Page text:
- Costs: The costs of gathering reliable intelligence and taking decisive action are prohibitive for small and medium sized Japanese companies, when acting alone.
The clear path of action is effective collaboration, as explained below.
- Collaborative Intelligence & Innovation Networks (CBIN/COINS): The most immediate and least costly way for small and medium companies in Japan to develop effective peripheral vision is as follows: 1. Join existing CBIN/COINS, such as the Open Source Consortium on Energy Storage, Materials Science and the Smart Grid, which includes twenty-five utilities, universities, research centers, and individual inventors and entrepreneurs. Please see: http://www.energyvoyager.com/html.php/1/88/; http://www.energyvoyager.com/html.php/47, and 2. Expand the membership and services of existing Japanese online communities relating to energy efficiency and conservation. One example is the 6,000 member Eco-Net organized by Funai Sogo Kenkyujo, one of Japan’s leading marketing and consulting companies; another example is Green Innovation Connect, a new CBIN/COIN recently launched by JETRO and Nikkei America.
- Strategic Sectors: The focus of these CBIN/COINS should be on the "Strategic Sectors" targeted under ARRA and other new laws to be enacted in 2009-2010. As noted, these are: housing (green buildings), transportation (electric vehicles), power (including the utility industry) and all forms of energy storage, and financial services, especially green banking.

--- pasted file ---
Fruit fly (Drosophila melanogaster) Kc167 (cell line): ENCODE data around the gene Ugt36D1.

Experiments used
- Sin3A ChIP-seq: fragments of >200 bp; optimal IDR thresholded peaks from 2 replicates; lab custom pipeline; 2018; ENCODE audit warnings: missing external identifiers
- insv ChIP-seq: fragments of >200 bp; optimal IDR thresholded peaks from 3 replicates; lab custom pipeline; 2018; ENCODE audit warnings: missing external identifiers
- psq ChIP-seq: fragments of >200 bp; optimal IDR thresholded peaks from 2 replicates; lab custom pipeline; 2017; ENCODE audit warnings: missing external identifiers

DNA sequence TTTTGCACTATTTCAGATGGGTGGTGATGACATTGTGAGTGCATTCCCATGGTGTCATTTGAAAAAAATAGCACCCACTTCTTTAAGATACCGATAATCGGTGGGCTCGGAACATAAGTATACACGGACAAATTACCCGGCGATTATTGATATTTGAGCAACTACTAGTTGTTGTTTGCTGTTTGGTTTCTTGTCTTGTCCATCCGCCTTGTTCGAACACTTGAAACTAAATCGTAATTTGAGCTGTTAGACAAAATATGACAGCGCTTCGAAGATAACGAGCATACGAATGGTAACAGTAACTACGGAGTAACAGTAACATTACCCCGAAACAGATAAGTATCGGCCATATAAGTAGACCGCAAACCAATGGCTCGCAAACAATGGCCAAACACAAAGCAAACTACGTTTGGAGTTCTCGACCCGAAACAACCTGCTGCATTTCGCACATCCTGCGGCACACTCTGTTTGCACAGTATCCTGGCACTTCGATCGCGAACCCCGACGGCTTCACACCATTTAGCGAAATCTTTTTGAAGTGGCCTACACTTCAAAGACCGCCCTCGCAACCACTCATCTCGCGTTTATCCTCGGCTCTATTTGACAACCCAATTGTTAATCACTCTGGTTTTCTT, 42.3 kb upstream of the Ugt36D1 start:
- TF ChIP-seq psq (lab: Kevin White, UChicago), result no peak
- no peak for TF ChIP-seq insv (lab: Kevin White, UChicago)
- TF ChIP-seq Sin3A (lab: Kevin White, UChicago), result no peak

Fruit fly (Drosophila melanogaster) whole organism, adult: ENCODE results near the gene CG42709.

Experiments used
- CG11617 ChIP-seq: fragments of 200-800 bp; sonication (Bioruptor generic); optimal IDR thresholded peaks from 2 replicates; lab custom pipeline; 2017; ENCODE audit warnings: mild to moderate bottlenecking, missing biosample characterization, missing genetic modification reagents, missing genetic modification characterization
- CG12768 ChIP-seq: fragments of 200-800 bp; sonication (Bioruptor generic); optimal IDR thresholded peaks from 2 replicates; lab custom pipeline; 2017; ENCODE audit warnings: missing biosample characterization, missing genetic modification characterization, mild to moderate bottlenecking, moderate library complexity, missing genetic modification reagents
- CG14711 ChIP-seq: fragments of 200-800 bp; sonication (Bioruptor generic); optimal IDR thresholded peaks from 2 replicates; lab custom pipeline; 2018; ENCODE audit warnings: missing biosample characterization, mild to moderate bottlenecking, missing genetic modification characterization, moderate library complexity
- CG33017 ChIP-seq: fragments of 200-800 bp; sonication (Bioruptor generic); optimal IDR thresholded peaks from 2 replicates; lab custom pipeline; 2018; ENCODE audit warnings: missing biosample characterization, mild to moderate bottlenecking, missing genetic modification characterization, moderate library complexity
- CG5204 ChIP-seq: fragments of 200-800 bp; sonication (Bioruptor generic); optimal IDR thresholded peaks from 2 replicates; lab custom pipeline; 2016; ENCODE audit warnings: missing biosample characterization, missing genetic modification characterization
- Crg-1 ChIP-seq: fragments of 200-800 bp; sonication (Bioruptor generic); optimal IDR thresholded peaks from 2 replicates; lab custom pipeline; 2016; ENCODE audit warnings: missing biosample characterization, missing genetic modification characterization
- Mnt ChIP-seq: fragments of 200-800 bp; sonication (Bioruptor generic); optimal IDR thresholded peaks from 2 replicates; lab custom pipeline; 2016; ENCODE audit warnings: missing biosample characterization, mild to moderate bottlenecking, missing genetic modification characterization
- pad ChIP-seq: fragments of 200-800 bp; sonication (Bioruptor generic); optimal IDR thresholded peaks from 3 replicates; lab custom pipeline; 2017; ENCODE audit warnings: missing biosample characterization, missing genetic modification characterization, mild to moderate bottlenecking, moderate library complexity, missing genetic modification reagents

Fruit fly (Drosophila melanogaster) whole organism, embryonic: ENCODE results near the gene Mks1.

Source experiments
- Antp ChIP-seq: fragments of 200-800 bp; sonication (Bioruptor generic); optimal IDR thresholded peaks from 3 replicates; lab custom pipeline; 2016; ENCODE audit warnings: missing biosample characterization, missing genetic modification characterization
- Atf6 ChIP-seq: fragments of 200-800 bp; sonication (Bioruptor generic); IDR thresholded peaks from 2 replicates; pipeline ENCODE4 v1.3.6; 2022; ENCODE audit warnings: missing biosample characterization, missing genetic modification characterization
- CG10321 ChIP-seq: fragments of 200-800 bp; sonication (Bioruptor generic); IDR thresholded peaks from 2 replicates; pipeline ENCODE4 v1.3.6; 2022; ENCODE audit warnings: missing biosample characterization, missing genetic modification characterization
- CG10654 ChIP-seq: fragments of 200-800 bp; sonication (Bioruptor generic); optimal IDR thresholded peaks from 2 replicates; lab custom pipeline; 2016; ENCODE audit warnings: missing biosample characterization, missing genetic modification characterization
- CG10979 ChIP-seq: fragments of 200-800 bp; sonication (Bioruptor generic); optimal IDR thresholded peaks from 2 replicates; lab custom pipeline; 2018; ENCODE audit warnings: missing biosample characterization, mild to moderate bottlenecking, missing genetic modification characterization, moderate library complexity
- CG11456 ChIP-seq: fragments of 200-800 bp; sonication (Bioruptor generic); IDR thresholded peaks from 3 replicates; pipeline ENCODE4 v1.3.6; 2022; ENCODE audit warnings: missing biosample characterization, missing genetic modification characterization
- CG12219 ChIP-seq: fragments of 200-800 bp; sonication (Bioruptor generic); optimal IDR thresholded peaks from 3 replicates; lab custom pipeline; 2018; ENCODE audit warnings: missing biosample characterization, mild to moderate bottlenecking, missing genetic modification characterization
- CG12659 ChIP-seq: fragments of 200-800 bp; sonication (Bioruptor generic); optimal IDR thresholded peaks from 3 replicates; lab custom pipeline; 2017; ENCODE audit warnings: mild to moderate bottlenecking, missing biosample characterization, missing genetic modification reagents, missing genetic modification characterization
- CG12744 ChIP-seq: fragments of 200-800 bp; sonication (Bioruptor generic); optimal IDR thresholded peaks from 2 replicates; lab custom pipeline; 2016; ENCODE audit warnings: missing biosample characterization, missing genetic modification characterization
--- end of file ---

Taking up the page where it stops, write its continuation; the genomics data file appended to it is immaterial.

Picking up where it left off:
- Strategic Alliances: International strategic alliances, an area where to date most small and medium Japanese companies have little or no experience, represent the most effective means to spread risks, reduce costs, and gain leverage by using the human, financial and other resources of U.S. and Japanese companies in the U.S. market. Although these collaborative relationships can take a variety of forms, to succeed in every case the core strategy should be designed to reinforce the Obama philosophy of economic stimulus and green job creation.